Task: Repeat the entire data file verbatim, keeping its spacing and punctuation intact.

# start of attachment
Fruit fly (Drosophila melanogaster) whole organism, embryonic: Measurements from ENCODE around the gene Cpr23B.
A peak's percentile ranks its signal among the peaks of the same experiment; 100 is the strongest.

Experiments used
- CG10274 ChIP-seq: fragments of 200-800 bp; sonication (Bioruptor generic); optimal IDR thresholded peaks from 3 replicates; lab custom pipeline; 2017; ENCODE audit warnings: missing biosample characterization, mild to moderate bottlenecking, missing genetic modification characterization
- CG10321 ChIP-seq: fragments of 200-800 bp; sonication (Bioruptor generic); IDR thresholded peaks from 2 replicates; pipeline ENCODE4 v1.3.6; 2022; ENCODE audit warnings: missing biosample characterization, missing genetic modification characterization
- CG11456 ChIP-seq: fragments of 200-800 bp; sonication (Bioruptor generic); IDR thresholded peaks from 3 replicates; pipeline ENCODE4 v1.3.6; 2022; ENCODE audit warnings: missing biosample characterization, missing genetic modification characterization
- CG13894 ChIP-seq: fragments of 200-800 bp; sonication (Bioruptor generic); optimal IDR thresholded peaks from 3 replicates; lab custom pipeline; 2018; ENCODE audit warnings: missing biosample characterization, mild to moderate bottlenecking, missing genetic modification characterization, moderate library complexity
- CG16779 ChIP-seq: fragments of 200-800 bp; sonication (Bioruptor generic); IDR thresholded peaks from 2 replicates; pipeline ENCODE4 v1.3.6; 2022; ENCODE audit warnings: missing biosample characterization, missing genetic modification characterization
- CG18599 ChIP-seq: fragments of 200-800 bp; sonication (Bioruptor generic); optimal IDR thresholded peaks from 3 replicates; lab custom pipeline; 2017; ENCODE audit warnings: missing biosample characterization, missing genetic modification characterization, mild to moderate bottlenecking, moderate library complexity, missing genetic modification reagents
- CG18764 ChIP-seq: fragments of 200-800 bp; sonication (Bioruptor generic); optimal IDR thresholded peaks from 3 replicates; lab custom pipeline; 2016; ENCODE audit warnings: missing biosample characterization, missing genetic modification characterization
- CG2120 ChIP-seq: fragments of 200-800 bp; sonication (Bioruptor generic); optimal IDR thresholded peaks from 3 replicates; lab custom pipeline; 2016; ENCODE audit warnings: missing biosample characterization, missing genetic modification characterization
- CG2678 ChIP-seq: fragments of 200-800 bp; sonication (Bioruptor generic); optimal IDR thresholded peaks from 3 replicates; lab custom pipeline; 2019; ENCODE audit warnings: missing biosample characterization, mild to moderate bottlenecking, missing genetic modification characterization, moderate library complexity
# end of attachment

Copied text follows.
Fruit fly (Drosophila melanogaster) whole organism, embryonic: Measurements from ENCODE around the gene Cpr23B.
A peak's percentile ranks its signal among the peaks of the same experiment; 100 is the strongest.

Experiments used
- CG10274 ChIP-seq: fragments of 200-800 bp; sonication (Bioruptor generic); optimal IDR thresholded peaks from 3 replicates; lab custom pipeline; 2017; ENCODE audit warnings: missing biosample characterization, mild to moderate bottlenecking, missing genetic modification characterization
- CG10321 ChIP-seq: fragments of 200-800 bp; sonication (Bioruptor generic); IDR thresholded peaks from 2 replicates; pipeline ENCODE4 v1.3.6; 2022; ENCODE audit warnings: missing biosample characterization, missing genetic modification characterization
- CG11456 ChIP-seq: fragments of 200-800 bp; sonication (Bioruptor generic); IDR thresholded peaks from 3 replicates; pipeline ENCODE4 v1.3.6; 2022; ENCODE audit warnings: missing biosample characterization, missing genetic modification characterization
- CG13894 ChIP-seq: fragments of 200-800 bp; sonication (Bioruptor generic); optimal IDR thresholded peaks from 3 replicates; lab custom pipeline; 2018; ENCODE audit warnings: missing biosample characterization, mild to moderate bottlenecking, missing genetic modification characterization, moderate library complexity
- CG16779 ChIP-seq: fragments of 200-800 bp; sonication (Bioruptor generic); IDR thresholded peaks from 2 replicates; pipeline ENCODE4 v1.3.6; 2022; ENCODE audit warnings: missing biosample characterization, missing genetic modification characterization
- CG18599 ChIP-seq: fragments of 200-800 bp; sonication (Bioruptor generic); optimal IDR thresholded peaks from 3 replicates; lab custom pipeline; 2017; ENCODE audit warnings: missing biosample characterization, missing genetic modification characterization, mild to moderate bottlenecking, moderate library complexity, missing genetic modification reagents
- CG18764 ChIP-seq: fragments of 200-800 bp; sonication (Bioruptor generic); optimal IDR thresholded peaks from 3 replicates; lab custom pipeline; 2016; ENCODE audit warnings: missing biosample characterization, missing genetic modification characterization
- CG2120 ChIP-seq: fragments of 200-800 bp; sonication (Bioruptor generic); optimal IDR thresholded peaks from 3 replicates; lab custom pipeline; 2016; ENCODE audit warnings: missing biosample characterization, missing genetic modification characterization
- CG2678 ChIP-seq: fragments of 200-800 bp; sonication (Bioruptor generic); optimal IDR thresholded peaks from 3 replicates; lab custom pipeline; 2019; ENCODE audit warnings: missing biosample characterization, mild to moderate bottlenecking, missing genetic modification characterization, moderate library complexity